500 Education, Training, Employment & Social Services:Eliminate the PLUS Loan Program

Savings in Millions of Dollars
  • 2016
  • 2017
  • 2018
  • 2019
  • 2020
  • 2021
  • 2022
  • 2023
  • 2024
  • 2025
  • 2016-2020
  • 2016-2025


Estimated costs based on fair value accounting are provided by the Congressional Budget Office on page 6 of “Fair-Value Estimates of the Cost of Selected Federal Credit Programs for 2015 to 2024,” May, 2014.


Technical Notes on Scoring

CBO Baseline

Unless otherwise noted, calculations for savings for each recommendation relies on the most recent Congressional Budget Office baseline, as found in “An Update to the Budget and Economic Outlook: 2014 to 2024,” published August 27, 2014, has been used.

Savings “Totals”

While totals for the five and 10 year savings are provided by section and for the complete set of recommendations, there are two reasons they should not be viewed as representing total savings for The Budget Book.

First, as noted in the introduction, The Heritage Foundation would recommend that the savings realized in the Function 050 Defense section would stay within the Department of Defense to strengthen the nation’s defense capabilities.

Second, the numbers cannot be deemed to represent the realized savings if every single recommendation were adopted because policy changes made in one program can impact spending levels in other programs.  Thus, the numbers in the table do not reflect any potential interactions between the various policy changes affecting spending or savings.


Heritage Recommendation:

Rein in college costs and loan debt burdening students and families by limiting borrowing. Specifically:

  • Eliminate Parent PLUS loans.
  • Eliminate Grad PLUS loans.

Under fair value accounting, this proposal costs $3 billion in 2016, and $33 billion over 10 years. This proposal is included because PLUS loans have led to higher levels of individual and family debt without easing the cost of college.


PLUS loans are plus-size. Cut them to slim down college debt.

Part B of Title IV of the Higher Education Act authorizes federal PLUS loans. The $21 billion PLUS loan program provides federal loans to graduate students and the parents of undergraduate students. Parents of undergraduate students are able to borrow up to the cost of attendance at a given college. During the 2011–2012 academic year, the PLUS loan program provided 879,000 parents of undergraduate students with an average of $12,575. There is no limit (either in number of years or aggregate dollars) on how much a parent can borrow, and the loans are available in addition to federal loans that are already available to the students themselves. The availability of Parent PLUS loans, created in 1980, has resulted in families incurring substantial debt, while failing to ease the cost of college over time. The Parent PLUS loan should be terminated.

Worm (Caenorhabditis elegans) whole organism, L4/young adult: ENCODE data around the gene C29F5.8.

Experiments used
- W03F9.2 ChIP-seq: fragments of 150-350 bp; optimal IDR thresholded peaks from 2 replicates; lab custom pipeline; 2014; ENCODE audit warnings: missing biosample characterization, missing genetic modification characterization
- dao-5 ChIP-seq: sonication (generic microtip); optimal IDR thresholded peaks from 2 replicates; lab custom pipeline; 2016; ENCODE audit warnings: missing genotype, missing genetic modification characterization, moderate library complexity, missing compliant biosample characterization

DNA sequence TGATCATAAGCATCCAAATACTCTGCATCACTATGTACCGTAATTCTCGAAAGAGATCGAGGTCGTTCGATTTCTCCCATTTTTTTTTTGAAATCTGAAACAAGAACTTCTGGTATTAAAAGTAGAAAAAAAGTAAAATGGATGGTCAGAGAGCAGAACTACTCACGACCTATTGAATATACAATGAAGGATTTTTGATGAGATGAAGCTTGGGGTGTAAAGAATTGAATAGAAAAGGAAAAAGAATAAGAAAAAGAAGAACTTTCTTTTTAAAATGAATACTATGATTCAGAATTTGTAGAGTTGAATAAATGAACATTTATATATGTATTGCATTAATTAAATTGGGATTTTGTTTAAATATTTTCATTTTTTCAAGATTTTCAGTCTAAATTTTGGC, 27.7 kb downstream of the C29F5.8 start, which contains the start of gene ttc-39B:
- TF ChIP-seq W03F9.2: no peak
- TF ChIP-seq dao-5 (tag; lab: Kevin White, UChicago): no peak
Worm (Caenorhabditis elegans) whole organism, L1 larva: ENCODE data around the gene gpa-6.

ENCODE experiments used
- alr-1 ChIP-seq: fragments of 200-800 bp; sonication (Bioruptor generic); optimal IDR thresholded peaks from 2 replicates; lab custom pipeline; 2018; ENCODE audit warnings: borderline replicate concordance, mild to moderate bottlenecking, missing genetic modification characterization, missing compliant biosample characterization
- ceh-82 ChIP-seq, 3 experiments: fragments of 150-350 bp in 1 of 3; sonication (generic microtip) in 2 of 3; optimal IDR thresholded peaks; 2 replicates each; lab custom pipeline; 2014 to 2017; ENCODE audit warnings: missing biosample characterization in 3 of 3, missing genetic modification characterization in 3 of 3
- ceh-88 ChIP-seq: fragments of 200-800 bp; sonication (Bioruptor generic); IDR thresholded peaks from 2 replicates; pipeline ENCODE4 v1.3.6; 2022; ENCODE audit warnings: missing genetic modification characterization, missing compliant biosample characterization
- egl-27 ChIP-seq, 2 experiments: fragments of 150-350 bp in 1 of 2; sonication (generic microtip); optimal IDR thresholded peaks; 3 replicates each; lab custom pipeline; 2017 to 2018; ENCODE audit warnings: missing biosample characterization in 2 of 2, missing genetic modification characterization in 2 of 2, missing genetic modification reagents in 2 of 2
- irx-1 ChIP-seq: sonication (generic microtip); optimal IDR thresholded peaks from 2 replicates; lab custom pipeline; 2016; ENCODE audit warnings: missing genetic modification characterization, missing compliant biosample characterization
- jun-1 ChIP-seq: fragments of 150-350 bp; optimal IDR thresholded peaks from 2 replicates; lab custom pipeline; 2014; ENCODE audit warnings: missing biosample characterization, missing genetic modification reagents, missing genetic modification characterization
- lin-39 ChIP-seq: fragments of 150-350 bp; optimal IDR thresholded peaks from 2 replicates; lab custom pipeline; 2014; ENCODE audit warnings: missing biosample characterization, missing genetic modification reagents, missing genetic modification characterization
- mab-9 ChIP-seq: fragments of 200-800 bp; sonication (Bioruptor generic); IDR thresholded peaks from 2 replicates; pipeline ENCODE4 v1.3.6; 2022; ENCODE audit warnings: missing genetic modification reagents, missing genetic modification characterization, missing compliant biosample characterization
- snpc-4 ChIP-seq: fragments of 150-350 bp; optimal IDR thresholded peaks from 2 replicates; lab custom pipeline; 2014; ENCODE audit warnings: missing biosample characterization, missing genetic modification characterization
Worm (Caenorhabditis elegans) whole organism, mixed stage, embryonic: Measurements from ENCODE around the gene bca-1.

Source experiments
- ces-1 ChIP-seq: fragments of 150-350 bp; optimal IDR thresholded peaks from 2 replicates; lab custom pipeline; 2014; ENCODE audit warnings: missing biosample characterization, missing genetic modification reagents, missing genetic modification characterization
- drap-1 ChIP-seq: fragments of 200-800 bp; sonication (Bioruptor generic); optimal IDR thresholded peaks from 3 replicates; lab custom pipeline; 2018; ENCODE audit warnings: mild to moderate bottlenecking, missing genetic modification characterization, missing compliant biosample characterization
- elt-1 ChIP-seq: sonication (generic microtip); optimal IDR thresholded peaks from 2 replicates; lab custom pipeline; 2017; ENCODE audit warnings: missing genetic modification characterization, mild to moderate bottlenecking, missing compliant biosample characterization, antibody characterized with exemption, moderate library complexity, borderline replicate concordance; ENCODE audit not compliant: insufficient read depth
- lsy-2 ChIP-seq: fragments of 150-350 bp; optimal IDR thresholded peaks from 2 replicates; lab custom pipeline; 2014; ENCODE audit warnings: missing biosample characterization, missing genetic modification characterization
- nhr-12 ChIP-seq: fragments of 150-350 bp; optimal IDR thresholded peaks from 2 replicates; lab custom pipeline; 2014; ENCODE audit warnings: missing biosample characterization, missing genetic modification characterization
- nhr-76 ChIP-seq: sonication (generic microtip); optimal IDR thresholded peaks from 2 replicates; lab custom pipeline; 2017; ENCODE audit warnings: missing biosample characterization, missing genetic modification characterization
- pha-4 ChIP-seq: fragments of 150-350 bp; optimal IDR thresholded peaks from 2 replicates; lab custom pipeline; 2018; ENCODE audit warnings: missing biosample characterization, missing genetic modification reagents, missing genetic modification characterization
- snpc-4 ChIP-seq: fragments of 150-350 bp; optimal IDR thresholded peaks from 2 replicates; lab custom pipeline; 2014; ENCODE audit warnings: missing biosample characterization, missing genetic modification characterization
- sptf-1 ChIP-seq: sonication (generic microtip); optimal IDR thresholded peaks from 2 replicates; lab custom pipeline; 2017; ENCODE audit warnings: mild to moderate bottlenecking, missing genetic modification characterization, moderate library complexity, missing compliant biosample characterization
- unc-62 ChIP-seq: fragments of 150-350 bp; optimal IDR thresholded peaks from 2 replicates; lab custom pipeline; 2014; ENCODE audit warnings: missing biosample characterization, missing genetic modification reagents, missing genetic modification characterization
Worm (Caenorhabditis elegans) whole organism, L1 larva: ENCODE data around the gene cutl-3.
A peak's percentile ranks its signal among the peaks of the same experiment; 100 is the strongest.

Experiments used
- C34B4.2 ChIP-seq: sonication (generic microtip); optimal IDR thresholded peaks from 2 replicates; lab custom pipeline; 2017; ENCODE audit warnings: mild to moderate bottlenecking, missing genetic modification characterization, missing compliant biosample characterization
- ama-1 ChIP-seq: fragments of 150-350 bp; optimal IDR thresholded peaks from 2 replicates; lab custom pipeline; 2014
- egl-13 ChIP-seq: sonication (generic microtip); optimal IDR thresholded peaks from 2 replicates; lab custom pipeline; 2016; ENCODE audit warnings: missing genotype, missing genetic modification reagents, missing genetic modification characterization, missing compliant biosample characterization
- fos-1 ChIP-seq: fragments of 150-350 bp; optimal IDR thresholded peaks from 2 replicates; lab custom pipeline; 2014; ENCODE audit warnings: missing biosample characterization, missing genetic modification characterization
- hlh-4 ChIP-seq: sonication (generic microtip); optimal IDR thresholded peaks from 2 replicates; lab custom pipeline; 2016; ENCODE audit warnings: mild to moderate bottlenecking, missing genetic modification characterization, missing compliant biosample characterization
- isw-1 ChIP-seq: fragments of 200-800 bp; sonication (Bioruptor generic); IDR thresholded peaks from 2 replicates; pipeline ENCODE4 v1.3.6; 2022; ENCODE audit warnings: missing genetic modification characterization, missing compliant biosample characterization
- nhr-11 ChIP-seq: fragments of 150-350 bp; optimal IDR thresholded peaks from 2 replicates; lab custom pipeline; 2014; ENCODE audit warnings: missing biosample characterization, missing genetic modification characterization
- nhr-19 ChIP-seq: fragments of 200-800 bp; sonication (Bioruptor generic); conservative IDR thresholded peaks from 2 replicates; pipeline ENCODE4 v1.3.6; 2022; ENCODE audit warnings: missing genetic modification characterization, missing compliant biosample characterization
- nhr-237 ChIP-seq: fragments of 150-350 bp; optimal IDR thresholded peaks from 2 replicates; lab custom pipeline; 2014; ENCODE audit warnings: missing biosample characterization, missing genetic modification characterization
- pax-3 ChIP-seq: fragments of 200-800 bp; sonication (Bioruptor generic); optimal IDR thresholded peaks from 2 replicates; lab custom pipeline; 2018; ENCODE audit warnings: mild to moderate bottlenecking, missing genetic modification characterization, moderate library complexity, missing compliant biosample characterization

Similarly, the Graduate PLUS loan program, open to graduate students who take out loans to finance graduate school, enables students to borrow up to the full cost of attendance. A graduate student may borrow up to the cost of attendance at a given school, less any other aid received. During the 2011–2012 academic year, the PLUS loan program provided 360,000 graduate students with an average loan of $19,958. ((National Association of Student Financial Aid Administrators, “National Student Aid Profile: Overview of 2013 Federal Programs,” 2013, (accessed December 12, 2014).)) Undergraduate and graduate students already have access to up to $138,500 in federal loans through the Stafford Loan program, and students enrolled in school to become health care professionals can borrow up to $224,000. Borrowing above those already high amounts should not be encouraged, and the Grad PLUS program should be eliminated.

PLUS loans are plus-size. Cut them to slim down college debt.

Contributing Expert

Lindsey Burke researches and writes on federal and state education issues as the Will Skillman fellow in education policy at The Heritage Foundation. Burke focuses on two critical areas of education policy: reducing the federal role in education and empowering families with school choice.

See publications by Lindsey Burke

Lindsey BurkeWill Skillman Fellow in Education

Heritage Expert

Brittany Corona is a Research Assistant for Domestic Policy Studies with The Institute for Family, Community, and Opportunity

See publications by Brittany Corona

Brittany Corona Research Assistant

Additional Reading